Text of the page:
MERVE BÜŞRA ÖZTÜRK

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MERVE BÜŞRA ÖZTÜRK
January 20, 2013, Sunday

Turkey’s struggle against its phobias

Although agitation and provocative acts were anticipated, a rather peaceful atmosphere prevailed at the funeral ceremony organized in Diyarbakır for the three Kurdish women linked to the Kurdistan Workers' Party (PKK) who were murdered in Paris on Jan. 10. As the murders were staged at a time when the Turkish government launched peace talks with the terrorist PKK, the Paris killings were deemed to be an attempt of sabotage. However, Thursday's peaceful funeral ceremony showed that the public now wants peace to be brought to this land more strongly than ever and so won't be carried away by any provocative attempts, according to columnists.

Sedat Laçiner from the Star daily says if the killings indeed had aimed to derail the negotiations, they turned out to have the opposite effect. People are now more determined and eager for peace than ever. The columnist says locals in Diyarbakır did not put on a scene, security forces tried their best not to provoke the attendees at the ceremony, pro-Kurdish Peace and Democracy Party (BDP) deputies delivered peaceful speeches and, as such, all parties passed the test on Thursday. But what surprised Laçiner the most was the calm approach by the media. No media outlet exaggerated or agitated the event, which they normally do. Accordingly, we have successfully overcome a challenging stage of the peace process, says the columnist.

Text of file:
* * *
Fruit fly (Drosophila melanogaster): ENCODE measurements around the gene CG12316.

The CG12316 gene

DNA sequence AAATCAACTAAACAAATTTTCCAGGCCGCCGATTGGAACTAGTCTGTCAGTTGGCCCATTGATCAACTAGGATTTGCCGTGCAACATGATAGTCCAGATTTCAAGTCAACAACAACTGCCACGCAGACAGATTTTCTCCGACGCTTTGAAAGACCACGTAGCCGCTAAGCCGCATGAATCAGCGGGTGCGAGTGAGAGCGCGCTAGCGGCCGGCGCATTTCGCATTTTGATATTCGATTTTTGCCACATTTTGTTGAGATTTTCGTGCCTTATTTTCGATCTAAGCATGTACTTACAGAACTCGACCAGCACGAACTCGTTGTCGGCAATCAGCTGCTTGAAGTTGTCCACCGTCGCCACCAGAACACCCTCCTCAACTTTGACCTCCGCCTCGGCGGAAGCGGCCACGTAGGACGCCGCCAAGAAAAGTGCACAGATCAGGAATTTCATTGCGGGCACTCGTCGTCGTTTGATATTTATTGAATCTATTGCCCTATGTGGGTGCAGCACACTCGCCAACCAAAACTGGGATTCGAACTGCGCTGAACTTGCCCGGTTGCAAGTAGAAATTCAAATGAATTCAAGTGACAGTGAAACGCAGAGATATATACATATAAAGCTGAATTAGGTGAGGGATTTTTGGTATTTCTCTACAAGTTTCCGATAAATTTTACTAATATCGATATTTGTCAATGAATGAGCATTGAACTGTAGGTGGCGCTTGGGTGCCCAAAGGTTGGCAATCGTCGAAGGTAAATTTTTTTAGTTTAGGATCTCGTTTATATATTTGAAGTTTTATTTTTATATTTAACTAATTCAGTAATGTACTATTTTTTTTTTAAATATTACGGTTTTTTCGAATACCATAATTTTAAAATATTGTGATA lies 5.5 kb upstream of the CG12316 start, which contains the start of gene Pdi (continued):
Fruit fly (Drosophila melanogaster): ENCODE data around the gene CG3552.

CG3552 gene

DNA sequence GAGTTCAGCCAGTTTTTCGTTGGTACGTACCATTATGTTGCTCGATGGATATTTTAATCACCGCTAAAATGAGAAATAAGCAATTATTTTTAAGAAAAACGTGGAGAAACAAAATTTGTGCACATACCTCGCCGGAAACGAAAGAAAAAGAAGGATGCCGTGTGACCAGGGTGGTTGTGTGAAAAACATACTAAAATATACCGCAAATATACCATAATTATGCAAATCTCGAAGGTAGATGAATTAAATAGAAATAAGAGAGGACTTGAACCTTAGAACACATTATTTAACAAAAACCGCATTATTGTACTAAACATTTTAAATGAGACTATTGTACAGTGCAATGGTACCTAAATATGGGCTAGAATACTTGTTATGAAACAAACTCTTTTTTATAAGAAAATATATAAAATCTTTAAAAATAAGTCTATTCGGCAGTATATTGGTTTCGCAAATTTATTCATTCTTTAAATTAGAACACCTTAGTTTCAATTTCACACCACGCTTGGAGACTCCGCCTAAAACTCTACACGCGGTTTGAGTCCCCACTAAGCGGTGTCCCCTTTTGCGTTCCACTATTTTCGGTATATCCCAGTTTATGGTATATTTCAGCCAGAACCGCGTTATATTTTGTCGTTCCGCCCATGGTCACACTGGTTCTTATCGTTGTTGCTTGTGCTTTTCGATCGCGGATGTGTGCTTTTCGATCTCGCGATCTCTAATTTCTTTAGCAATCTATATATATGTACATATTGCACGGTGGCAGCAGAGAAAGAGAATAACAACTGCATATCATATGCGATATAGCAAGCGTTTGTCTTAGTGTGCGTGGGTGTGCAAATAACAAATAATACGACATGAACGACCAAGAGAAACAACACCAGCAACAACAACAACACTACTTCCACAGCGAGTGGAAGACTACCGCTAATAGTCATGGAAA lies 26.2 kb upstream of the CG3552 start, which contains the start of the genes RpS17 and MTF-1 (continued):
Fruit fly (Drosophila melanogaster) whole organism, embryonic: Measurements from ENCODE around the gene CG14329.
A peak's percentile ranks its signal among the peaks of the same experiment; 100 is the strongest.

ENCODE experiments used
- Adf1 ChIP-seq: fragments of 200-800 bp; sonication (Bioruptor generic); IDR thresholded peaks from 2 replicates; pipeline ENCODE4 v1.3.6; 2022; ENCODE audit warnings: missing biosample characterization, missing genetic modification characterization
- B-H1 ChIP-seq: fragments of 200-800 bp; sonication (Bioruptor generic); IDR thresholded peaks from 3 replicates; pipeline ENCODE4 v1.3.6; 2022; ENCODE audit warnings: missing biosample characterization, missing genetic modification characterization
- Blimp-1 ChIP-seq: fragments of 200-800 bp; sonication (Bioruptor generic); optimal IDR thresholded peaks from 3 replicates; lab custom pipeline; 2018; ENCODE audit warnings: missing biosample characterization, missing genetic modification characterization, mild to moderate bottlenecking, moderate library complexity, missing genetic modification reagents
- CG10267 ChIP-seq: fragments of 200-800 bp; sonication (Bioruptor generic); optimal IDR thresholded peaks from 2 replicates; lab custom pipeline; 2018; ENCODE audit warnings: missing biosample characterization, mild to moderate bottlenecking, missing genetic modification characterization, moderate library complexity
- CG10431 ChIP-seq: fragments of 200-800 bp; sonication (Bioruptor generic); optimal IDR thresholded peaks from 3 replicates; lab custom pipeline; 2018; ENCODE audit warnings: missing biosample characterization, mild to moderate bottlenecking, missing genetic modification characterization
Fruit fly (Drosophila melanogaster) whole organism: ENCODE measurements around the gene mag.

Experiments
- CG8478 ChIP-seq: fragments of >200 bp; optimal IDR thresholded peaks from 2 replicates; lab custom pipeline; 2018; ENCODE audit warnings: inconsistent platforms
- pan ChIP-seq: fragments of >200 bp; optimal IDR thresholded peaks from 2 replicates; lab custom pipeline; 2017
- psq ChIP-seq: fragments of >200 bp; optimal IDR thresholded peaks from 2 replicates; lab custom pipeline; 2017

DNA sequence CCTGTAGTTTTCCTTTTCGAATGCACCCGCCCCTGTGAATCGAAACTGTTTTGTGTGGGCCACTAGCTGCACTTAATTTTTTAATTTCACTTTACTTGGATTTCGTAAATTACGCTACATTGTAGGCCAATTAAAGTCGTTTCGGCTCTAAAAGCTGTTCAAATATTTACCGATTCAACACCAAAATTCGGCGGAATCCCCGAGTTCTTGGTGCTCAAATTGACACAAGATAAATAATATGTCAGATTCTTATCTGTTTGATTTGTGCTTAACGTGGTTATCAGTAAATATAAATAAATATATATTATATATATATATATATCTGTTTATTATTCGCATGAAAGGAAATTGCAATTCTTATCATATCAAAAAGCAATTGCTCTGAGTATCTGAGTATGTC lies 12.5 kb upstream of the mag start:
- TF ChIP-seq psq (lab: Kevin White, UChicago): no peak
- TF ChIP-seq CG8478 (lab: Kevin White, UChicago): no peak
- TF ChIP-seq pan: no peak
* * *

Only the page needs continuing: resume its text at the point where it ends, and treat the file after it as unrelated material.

Laçiner then points out that despite positive remarks from PKK leader Abdullah Öcalan, the organization's commanders in Kandil, the PKK's headquarters in northern Iraq, have shown no clear stance yet. The terrorist group's violent attempts have not ceased or decreased recently and one PKK leader recently said the organization's power comes from its arms, which raises questions as to whether there are some wings within the PKK that oppose Öcalan and his moves for peace.

BDP leader Selahattin Demirtaş said at the funeral ceremony that peace requires courage and audacity. However, Laçiner says, these two are not enough, and peace, in this case, also means an endeavor of patience and realism.

Gülay Göktürk from the Bugün daily says the Turkish state has two big phobias that have shaped its policies. First is the phobia that Turkey will be ruled by shariah and the second is that Turkey will be divided. After the Justice and Development Party (AK Party), which is known to be a conservative and religious party, came to power in 2002 and proved its true goals for democracy with its policies, the first phobia diminished to a great extent. As a result, no one in the country is afraid any longer that Turkey will be ruled by shariah, thinks Göktürk. However, in order to get rid of the second phobia, the government needs to continue its democratic reforms for Kurds, end its terrorism problem and achieve all of these without letting the country be divided. Only then will Turkey be freed from its phobias for good and only then will Turkey become a stronger country.

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